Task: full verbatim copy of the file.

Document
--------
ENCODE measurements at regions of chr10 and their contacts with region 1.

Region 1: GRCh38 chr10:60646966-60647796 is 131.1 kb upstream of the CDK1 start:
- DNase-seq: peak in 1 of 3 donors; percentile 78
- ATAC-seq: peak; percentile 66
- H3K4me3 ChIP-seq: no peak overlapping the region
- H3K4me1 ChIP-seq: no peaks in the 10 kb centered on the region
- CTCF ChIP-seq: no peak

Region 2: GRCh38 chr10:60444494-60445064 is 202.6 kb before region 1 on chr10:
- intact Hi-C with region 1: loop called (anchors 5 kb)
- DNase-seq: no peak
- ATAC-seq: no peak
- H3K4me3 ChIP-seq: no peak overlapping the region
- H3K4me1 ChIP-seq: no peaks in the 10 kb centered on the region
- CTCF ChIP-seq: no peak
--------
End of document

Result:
ENCODE measurements at regions of chr10 and their contacts with region 1.

Region 1: GRCh38 chr10:60646966-60647796 is 131.1 kb upstream of the CDK1 start:
- DNase-seq: peak in 1 of 3 donors; percentile 78
- ATAC-seq: peak; percentile 66
- H3K4me3 ChIP-seq: no peak overlapping the region
- H3K4me1 ChIP-seq: no peaks in the 10 kb centered on the region
- CTCF ChIP-seq: no peak

Region 2: GRCh38 chr10:60444494-60445064 is 202.6 kb before region 1 on chr10:
- intact Hi-C with region 1: loop called (anchors 5 kb)
- DNase-seq: no peak
- ATAC-seq: no peak
- H3K4me3 ChIP-seq: no peak overlapping the region
- H3K4me1 ChIP-seq: no peaks in the 10 kb centered on the region
- CTCF ChIP-seq: no peak